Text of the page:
of Harpers, available online at the www.harpers.org site), and
the functionality of the government itself, as a guarantor of
rights and entitlements, is nearly gone. The US leadership has
given up on the republican (with a small “r”) form of government
and is preparing a totalitarian future for its citizens. It will soon
be unable to deliver on its economic promises, built up over
past decades; so, rather than admitting that fact and asking for
a new consensus founded on shared but dramatically reduced
material expectations, it is hunkering down for the inevitable
class conflict. One can hardly write such words without
experiencing strong emotions—principally rage, sadness, and
fear. We Americans were brought up to admire the checks and
balances among the branches of our government, and the
guarantees of freedom and fairness in the Constitution.

Now we have the test case of José Padilla, a US citizen held in
prison for years without benefit of charges or trial. The highest
court to hear his case so far has held that the government may
continue imprisoning him. Evidently the American judicial
system believes that there are two Constitutions—one for
peacetime (in which citizens are guaranteed a trial), and one
for wartime (in which the President can summarily strip any
citizen of all rights). Of course, the President can also decide
when we are at war: after all, a state of war against Iraq—or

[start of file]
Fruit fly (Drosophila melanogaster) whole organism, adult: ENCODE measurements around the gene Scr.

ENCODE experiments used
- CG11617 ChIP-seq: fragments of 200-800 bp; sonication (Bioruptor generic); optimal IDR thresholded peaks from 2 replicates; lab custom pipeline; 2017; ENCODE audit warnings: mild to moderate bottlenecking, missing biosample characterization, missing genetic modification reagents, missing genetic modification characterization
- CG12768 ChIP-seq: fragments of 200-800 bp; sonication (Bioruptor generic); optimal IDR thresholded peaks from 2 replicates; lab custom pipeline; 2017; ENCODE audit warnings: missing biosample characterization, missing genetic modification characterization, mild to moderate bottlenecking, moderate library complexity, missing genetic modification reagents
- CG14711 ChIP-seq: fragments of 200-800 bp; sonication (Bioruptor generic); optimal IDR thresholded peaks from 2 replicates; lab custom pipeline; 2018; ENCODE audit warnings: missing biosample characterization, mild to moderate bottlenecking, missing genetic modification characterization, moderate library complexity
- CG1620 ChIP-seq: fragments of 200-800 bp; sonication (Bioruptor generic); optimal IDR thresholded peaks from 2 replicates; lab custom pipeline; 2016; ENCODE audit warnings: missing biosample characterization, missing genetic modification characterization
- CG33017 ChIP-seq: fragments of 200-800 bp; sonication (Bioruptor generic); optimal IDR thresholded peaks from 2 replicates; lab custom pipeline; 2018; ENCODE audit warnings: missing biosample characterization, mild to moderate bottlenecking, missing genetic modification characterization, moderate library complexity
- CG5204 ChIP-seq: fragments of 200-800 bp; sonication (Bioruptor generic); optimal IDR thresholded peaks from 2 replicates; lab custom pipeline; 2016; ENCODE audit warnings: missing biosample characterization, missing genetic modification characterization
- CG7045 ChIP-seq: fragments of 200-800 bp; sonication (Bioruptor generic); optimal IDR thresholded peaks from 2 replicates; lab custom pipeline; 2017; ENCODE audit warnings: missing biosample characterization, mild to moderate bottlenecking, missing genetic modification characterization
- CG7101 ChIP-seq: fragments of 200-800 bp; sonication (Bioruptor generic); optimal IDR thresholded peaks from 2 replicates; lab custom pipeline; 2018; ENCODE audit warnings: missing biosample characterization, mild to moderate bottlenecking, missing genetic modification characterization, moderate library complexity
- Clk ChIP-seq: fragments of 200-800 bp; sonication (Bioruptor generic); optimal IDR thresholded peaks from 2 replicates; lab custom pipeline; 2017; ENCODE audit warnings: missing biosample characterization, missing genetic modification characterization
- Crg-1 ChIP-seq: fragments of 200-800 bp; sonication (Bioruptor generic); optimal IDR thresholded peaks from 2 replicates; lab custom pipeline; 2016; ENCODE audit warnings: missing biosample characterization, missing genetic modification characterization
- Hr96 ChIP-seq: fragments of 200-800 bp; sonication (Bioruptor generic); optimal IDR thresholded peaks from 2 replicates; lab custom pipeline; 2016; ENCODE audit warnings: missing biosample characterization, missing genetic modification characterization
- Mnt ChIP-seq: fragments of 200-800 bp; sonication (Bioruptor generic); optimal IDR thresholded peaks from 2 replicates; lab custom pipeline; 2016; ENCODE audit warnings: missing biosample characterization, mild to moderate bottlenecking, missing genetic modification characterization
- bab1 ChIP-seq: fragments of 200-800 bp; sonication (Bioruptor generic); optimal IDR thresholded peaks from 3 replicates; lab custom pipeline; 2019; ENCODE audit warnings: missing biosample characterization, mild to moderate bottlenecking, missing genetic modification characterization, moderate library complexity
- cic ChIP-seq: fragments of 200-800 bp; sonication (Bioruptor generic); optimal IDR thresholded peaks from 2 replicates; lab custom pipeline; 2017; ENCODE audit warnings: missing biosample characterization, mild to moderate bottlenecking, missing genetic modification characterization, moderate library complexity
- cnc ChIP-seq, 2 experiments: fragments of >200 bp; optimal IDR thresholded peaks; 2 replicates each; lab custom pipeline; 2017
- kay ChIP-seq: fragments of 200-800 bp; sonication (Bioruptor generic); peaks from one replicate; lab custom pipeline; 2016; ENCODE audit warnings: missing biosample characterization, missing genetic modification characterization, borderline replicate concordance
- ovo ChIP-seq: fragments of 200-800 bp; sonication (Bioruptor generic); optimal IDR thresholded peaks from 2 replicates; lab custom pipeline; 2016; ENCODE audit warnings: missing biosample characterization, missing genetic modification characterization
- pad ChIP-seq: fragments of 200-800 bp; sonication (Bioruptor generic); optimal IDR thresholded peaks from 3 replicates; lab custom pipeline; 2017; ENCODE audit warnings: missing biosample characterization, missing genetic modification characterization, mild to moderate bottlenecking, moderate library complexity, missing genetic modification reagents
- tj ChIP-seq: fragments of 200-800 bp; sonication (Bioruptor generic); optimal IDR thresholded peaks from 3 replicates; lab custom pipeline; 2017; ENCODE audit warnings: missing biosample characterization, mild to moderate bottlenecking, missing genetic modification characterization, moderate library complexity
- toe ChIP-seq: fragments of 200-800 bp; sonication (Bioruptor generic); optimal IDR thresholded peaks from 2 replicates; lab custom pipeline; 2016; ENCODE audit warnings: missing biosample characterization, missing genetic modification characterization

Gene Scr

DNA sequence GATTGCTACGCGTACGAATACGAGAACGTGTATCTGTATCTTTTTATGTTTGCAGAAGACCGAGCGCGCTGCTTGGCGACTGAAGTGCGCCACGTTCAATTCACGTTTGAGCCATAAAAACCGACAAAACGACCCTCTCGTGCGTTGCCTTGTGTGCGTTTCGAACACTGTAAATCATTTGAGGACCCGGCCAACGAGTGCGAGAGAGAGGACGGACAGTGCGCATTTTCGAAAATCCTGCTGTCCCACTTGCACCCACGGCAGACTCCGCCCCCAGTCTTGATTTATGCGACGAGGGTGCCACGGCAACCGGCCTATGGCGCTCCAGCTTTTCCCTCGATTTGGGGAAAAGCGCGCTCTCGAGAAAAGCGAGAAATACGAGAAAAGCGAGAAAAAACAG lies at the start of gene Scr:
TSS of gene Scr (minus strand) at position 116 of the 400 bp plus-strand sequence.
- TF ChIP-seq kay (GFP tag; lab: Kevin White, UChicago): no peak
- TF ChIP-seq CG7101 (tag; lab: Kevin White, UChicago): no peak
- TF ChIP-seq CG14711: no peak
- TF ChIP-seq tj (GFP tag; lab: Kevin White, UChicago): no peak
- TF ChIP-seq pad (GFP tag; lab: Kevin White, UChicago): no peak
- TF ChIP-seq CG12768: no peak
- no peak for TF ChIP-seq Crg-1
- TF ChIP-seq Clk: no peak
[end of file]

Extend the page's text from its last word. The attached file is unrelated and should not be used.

against “terror,” as if such a thing were possible—has not been
declared by Congress (which has the sole power to do so,
according to the Constitution), yet the courts agree with the
President that a state of war nevertheless exists; given the
fact that the Iraq occupation is likely to persist for many years,
perhaps decades, this means the “peacetime Constitution” is
effectively defunct.

Next stop for the Padilla case: the Supreme Court.

How I would have loved to be a Senator at the hearings for the
confirmation of John Roberts as Chief Justice of the US
Supreme Court (Roberts, of course, is one of the judicial
proponents of the new and unprecedented citizen category of
“enemy combatant”). I would have asked him, “Would it not be
your job, sir, as Supreme Court Justice, to uphold the US
Constitution?” Once I’d obtained his inevitable affirmative
reply, I would have continued: “Then where in the Constitution
does it say that all the rights of any citizen can be revoked by
the President at his sole discretion? Don’t you think that an
interpretation of the Constitution that holds that the Constitution
itself can be held null and void at the whim of the President
must constitute the highest and most dangerous form of
so-called judicial activism?”

Maybe one of the Democratic Senators questioning Roberts
actually had the guts to ask that; I don’t know: I wasn’t able to
listen to the hearings in their entirely. Ultimately it doesn’t
matter much. The deal is done; the Constitution is cooked.
National elections are now a farce and the rights of citizens
exist only at the pleasure of the Executive. That is the
definition of a dictatorship. The only choice that may still be
available to the American people is, Will their police state be
administered by nasty, stupid people; or by nice, intelligent
people? But even that choice is likely more illusory than real.

What’s as important to realize as that we have a dictatorship
is why we now have one. Surely, this can be seen as simply
the latest twist in the same old game of power and corruption